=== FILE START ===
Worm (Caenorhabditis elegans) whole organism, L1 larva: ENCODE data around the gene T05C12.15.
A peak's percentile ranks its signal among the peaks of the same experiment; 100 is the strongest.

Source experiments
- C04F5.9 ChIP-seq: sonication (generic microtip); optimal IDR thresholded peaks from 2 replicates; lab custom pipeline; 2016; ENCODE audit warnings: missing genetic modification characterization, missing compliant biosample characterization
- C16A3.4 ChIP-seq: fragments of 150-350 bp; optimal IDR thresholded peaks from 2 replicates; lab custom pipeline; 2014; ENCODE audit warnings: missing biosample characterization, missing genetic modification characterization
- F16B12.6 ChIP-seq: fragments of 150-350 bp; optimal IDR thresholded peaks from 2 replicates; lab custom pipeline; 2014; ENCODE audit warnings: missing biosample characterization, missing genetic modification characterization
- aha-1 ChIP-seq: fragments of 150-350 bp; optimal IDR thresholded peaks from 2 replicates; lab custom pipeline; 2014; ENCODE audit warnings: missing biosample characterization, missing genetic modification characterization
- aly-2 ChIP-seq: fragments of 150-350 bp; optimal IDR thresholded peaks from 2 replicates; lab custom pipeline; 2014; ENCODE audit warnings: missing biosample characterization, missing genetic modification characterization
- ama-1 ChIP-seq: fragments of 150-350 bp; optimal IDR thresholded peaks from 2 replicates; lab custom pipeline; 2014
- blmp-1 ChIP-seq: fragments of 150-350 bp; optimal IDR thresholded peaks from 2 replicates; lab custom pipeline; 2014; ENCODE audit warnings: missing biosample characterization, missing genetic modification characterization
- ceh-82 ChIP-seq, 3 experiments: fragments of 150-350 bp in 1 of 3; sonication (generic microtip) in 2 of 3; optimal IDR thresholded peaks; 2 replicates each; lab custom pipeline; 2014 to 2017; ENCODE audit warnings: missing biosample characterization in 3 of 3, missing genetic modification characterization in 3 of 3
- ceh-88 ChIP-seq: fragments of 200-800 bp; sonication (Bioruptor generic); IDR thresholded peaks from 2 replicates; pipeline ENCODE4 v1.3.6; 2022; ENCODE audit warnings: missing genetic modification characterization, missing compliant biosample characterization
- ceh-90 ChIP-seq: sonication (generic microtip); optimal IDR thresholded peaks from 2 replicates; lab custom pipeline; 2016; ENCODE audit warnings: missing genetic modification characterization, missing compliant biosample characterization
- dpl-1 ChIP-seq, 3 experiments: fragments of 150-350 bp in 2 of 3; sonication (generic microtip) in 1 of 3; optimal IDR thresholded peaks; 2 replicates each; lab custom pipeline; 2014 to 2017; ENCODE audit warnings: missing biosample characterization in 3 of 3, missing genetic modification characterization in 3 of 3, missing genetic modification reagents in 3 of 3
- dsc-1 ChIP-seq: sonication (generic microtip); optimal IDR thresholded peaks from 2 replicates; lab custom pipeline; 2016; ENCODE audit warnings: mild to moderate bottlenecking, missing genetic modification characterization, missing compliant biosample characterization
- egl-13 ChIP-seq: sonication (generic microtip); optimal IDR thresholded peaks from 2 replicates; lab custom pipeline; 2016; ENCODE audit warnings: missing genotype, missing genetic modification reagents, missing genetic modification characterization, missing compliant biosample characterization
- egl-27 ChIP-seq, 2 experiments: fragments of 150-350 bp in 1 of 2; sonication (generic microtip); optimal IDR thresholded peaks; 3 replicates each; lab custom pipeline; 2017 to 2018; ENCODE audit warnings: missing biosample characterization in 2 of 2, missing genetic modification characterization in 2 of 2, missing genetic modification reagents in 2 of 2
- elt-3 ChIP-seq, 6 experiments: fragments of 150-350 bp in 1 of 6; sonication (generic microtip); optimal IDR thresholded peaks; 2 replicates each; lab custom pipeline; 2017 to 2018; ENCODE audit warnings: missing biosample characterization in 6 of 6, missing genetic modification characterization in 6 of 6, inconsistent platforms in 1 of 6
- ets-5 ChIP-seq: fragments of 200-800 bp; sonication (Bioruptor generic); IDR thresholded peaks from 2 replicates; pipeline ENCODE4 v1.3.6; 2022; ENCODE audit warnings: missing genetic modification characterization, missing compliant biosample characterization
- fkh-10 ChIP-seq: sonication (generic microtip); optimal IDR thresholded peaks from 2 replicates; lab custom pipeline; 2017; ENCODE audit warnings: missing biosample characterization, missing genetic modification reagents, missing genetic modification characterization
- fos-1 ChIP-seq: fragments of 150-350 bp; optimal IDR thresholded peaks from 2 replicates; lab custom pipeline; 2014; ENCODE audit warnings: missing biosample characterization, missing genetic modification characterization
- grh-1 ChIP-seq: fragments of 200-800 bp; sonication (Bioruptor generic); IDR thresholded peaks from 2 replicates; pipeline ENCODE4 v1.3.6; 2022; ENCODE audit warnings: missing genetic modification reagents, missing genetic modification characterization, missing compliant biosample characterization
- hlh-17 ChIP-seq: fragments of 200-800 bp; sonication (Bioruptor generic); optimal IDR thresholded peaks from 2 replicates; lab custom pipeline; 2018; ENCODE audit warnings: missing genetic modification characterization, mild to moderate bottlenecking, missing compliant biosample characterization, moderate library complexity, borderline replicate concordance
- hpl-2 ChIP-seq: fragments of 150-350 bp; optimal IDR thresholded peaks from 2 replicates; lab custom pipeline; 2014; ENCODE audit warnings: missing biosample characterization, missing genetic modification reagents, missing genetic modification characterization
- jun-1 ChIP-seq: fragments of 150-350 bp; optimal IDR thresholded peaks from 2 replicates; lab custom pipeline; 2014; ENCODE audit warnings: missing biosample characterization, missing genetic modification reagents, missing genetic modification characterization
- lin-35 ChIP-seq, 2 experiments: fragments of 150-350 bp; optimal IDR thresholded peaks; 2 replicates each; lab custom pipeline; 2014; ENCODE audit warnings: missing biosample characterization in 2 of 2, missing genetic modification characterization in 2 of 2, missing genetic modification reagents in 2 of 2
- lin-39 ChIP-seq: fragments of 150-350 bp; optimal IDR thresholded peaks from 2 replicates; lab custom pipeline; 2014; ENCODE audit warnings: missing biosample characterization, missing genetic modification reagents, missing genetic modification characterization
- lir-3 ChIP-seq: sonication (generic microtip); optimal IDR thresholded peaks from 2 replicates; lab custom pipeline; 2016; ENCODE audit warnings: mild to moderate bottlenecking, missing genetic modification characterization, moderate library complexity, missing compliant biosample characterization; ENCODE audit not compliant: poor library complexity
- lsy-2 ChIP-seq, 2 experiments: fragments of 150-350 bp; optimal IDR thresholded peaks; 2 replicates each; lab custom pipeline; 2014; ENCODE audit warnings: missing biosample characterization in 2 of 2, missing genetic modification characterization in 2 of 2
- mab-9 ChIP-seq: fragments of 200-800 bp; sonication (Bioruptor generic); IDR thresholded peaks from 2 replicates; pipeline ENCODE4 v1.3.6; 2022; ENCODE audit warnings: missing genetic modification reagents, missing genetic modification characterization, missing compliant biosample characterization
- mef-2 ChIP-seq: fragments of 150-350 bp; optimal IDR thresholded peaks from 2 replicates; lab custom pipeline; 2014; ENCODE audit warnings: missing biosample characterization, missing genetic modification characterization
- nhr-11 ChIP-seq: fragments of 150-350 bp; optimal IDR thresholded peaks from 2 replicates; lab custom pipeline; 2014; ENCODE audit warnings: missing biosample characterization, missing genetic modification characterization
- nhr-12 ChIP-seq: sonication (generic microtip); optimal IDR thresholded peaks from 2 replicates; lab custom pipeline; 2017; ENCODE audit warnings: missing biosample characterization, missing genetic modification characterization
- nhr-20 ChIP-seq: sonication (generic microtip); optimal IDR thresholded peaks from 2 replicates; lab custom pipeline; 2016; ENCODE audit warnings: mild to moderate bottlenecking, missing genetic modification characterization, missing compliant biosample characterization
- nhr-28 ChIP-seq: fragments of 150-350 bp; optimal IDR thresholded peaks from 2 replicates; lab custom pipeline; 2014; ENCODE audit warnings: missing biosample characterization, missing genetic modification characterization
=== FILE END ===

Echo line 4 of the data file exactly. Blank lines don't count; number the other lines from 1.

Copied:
- C04F5.9 ChIP-seq: sonication (generic microtip); optimal IDR thresholded peaks from 2 replicates; lab custom pipeline; 2016; ENCODE audit warnings: missing genetic modification characterization, missing compliant biosample characterization